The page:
Archery season for 2016 came to a conclusion last Sunday, September 25th. The month of September has long been a favorite month of mine, with October being a close second. There are so many things about the harvest season to look forward to during the rest of the year and when those things actually start happening there’s never any disappointment…except for when they’re done. Between the garden and orchard bounties and getting to hunt elk, what’s not to like?
The weather was pretty warm overall but we were blessed with some mountain snow a week ago and there aren’t too many prettier sights to behold than fresh snow on the mountains along with oak brush and aspen showing off their fall colors. I was able to get out for a few days to do some solo backpack hunting and was fortunate enough to kill a healthy, fat cow elk. The evening prior, I had bumped a nice bull with a couple cows out of a creek bottom so I headed there the next morning hoping to hear that bull throw out a bugle that I could move on. The cow I shot came in with a group of cows and calves (no bull that I was aware of) from behind me about a minute or so after I had thrown out a couple bugles of my own. The shot was broadside and exactly 20 yards. From the time I first saw her pop out of the alder brush to the time I shot took about 15 seconds if I had to guess…it can happen so quickly sometimes. She went about 100 yards up an aspen cloaked hill, then sidehill behind a pocket of spruce trees and laid down. After waiting a good 30-40 minutes I walked the blood trail out and found her.
Those moments are extremely difficult to put into words and trying to accurately do so would result in a book…and even then I’m not sure it would convey things properly. While taking the life of any animal is serious business that demands respect, it seems like the bigger ones hit me harder. Elk are big. They are extremely beautiful, they live in beautiful places and knowing that I just took one out of its current existence has significant weight to it, every time it happens. However, the meat that I know is there under that brown and tan hide is ultimately why I’m out there. Procuring a year’s worth of meat for us while at the same time trying to fit in to a world that doesn’t care whether I’m there or not but it’s one that I want to be a part of so badly as much as I can.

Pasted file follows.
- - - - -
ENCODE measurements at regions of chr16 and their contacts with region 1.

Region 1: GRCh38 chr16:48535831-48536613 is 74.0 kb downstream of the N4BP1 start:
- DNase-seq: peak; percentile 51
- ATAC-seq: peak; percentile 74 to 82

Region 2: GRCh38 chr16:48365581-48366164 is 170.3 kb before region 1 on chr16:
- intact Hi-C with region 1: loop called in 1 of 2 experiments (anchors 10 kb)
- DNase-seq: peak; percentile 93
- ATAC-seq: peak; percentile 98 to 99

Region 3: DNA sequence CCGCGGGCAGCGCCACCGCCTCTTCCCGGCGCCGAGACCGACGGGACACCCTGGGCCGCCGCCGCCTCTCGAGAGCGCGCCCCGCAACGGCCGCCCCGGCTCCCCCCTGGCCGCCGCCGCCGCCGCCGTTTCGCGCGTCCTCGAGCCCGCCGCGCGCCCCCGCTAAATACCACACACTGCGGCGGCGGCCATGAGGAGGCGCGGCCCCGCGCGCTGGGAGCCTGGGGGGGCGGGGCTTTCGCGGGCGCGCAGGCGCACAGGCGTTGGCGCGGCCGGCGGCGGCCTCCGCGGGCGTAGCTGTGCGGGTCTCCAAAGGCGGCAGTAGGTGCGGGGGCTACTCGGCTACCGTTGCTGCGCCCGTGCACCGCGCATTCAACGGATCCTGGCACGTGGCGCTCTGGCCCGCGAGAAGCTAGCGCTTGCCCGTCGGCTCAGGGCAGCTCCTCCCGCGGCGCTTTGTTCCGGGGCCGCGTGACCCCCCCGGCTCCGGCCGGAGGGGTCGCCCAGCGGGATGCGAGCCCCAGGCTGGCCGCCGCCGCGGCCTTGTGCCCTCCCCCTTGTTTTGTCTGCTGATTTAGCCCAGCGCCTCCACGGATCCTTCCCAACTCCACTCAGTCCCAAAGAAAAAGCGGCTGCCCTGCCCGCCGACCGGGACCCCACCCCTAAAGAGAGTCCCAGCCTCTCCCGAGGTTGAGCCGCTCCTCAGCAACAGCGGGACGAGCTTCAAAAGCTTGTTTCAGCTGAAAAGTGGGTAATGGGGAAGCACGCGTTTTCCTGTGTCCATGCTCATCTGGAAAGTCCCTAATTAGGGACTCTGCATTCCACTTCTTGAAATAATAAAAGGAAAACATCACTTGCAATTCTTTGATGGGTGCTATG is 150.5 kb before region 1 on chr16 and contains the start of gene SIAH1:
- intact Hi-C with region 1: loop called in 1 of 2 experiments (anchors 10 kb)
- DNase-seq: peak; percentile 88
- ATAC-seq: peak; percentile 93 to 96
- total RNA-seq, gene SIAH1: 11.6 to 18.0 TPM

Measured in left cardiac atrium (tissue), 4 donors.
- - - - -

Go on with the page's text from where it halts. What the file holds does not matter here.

It was hot that day and the flies and hornets were on the cow’s body in no time at all. I spent that day packing meat back to camp and then the road and finished the last two loads including camp the following morning. Now the meat is packaged up and in our freezer, having used the new grinder for the first time. We had an incredible dinner of elk’s heart as the main dish a few nights later. A piece of tenderloin is thawing in the fridge now which we’re looking forward to eating. We let this elk age over a week in the cooler so hopefully it’ll be even more tender.
Bottom line, it was a great archery season here in western Colorado. Rifle season starts in about two weeks and that’s when Timber to Table gets a little busier. Looking forward to October (and November) and the upcoming opportunities to help put more good meat in the freezers of the folks coming to hunt with us.